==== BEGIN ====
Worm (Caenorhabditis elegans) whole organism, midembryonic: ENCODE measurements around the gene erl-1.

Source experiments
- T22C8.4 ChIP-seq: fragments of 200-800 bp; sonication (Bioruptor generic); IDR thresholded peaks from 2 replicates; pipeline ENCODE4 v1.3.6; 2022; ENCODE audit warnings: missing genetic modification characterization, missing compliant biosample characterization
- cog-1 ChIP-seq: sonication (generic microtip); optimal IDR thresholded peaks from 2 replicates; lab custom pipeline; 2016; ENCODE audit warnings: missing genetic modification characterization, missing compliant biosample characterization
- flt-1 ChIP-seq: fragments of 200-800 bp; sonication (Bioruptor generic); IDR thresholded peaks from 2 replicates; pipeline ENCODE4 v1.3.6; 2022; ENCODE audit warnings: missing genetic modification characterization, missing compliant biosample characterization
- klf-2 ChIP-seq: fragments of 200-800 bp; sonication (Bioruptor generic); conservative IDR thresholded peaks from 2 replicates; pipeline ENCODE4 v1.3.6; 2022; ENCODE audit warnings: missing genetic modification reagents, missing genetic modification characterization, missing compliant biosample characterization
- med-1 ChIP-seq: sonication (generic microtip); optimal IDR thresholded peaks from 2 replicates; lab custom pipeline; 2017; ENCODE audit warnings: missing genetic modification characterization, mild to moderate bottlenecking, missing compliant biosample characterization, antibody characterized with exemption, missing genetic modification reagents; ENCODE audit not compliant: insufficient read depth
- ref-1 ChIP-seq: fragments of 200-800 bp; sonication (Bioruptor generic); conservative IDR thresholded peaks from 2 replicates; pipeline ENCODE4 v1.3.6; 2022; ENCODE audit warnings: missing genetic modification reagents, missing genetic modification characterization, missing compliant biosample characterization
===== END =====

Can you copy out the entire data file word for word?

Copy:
Worm (Caenorhabditis elegans) whole organism, midembryonic: ENCODE measurements around the gene erl-1.

Source experiments
- T22C8.4 ChIP-seq: fragments of 200-800 bp; sonication (Bioruptor generic); IDR thresholded peaks from 2 replicates; pipeline ENCODE4 v1.3.6; 2022; ENCODE audit warnings: missing genetic modification characterization, missing compliant biosample characterization
- cog-1 ChIP-seq: sonication (generic microtip); optimal IDR thresholded peaks from 2 replicates; lab custom pipeline; 2016; ENCODE audit warnings: missing genetic modification characterization, missing compliant biosample characterization
- flt-1 ChIP-seq: fragments of 200-800 bp; sonication (Bioruptor generic); IDR thresholded peaks from 2 replicates; pipeline ENCODE4 v1.3.6; 2022; ENCODE audit warnings: missing genetic modification characterization, missing compliant biosample characterization
- klf-2 ChIP-seq: fragments of 200-800 bp; sonication (Bioruptor generic); conservative IDR thresholded peaks from 2 replicates; pipeline ENCODE4 v1.3.6; 2022; ENCODE audit warnings: missing genetic modification reagents, missing genetic modification characterization, missing compliant biosample characterization
- med-1 ChIP-seq: sonication (generic microtip); optimal IDR thresholded peaks from 2 replicates; lab custom pipeline; 2017; ENCODE audit warnings: missing genetic modification characterization, mild to moderate bottlenecking, missing compliant biosample characterization, antibody characterized with exemption, missing genetic modification reagents; ENCODE audit not compliant: insufficient read depth
- ref-1 ChIP-seq: fragments of 200-800 bp; sonication (Bioruptor generic); conservative IDR thresholded peaks from 2 replicates; pipeline ENCODE4 v1.3.6; 2022; ENCODE audit warnings: missing genetic modification reagents, missing genetic modification characterization, missing compliant biosample characterization